TYPES OF SCREW
Drywall Screw– Drywall screws are used to fasten drywall or plasterboard to a building’s wood or metal framework. Different from wood screws, drywall screws are threaded the whole length of their size. These types of screw are made of brittle, hardened steel and can shatter if drilled into hard wood.
Thread forming screws – Thread-forming screws can be used in plastic or metal, depending on the material. By eliminating material from their pointy or blunt ends, they generate their own thread. A pilot hole may be needed before they can be screwed in.
Self tapping Crew– These types of screw create their own holes when driven into a material and may be used in many different situations. A thread-forming screw (which does not remove material from a hole) and a thread-cutting screw are two subcategories (which do remove material from a hole). To use self-tapping screws, a pilot hole is usually required.
Security screw- Security screws are intended to be used in areas where there is a significant danger of damage or theft. They cannot be unscrewed with a standard screwdriver and must be removed using special equipment.
Machine screw– Machine screw, like bolts, have a socket in the head that allows them to be driven with a screwdriver. They have uniform threads, which implies that the diameter of the thread remains constant throughout their length. This differs from the tapered threads seen on woodscrews, which cut their own thread.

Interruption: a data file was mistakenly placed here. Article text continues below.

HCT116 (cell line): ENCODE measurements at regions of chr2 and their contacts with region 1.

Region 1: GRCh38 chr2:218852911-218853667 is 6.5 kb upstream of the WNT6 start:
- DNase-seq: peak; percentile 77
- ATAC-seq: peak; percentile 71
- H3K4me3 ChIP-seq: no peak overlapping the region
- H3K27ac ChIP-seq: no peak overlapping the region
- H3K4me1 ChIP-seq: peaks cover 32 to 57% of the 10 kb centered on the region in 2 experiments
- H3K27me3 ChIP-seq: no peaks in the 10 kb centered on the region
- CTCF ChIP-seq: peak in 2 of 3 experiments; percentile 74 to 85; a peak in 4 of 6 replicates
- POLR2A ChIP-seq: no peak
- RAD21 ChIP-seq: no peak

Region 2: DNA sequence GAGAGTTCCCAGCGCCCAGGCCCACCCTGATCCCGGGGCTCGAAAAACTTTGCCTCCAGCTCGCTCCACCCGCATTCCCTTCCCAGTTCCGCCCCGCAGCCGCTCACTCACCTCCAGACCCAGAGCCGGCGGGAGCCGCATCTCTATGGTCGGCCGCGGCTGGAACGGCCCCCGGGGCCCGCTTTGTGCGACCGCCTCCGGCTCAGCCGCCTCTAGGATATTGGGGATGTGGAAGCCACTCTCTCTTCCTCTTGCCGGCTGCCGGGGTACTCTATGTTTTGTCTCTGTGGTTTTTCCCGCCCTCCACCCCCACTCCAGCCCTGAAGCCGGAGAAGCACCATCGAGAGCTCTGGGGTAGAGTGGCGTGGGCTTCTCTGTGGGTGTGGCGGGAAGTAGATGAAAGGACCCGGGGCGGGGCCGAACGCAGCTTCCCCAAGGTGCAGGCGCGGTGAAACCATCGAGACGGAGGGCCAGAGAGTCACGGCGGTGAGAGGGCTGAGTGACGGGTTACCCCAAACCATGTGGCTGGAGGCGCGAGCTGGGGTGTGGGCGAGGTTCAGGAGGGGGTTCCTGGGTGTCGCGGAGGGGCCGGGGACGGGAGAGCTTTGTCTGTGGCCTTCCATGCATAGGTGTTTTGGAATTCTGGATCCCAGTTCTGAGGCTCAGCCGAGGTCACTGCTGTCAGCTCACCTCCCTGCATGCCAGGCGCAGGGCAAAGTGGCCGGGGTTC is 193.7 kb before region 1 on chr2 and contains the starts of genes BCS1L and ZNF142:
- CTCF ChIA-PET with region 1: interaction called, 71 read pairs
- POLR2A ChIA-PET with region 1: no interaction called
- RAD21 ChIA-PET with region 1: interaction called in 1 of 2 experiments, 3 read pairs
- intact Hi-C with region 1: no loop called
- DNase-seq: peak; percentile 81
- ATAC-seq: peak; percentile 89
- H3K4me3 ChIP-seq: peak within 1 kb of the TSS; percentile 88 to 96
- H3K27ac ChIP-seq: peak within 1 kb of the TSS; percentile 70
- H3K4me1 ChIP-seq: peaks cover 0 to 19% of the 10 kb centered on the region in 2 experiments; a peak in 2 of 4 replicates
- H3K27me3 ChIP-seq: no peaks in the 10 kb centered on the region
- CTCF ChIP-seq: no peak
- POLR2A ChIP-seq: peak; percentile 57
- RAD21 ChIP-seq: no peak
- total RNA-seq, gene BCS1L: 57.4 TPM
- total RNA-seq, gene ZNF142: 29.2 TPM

Mirror Screw– Designed with a decorative dome or other cover to conceal the head.
Lag screw– used in wood construction for heavier load applications than most wood screws can support.
Metal Screw– The metal screw is easily distinguishes from the wood screw by its thread – the metal screw is threaded the length of the shank.
Tek screw– These types of screws, also known as self-drilling screws, are self-tapping fasteners with a drill bit end that allows them to be used for fastening wood and metal together without pre-drilling. A high-speed impact drive is ideal for Tek screws.
Wood Screw-Woodscrews may be used on both hard and soft timbers, as well as chipboard and MDF. They are often composed of steel or brass. Woodscrews are a sort of self-tapping screw, which implies that they generate their own thread with their tapered body and pointed head. Woodscrews, on the other hand, generally need the drilling of a pilot hole to avoid breaking the wood.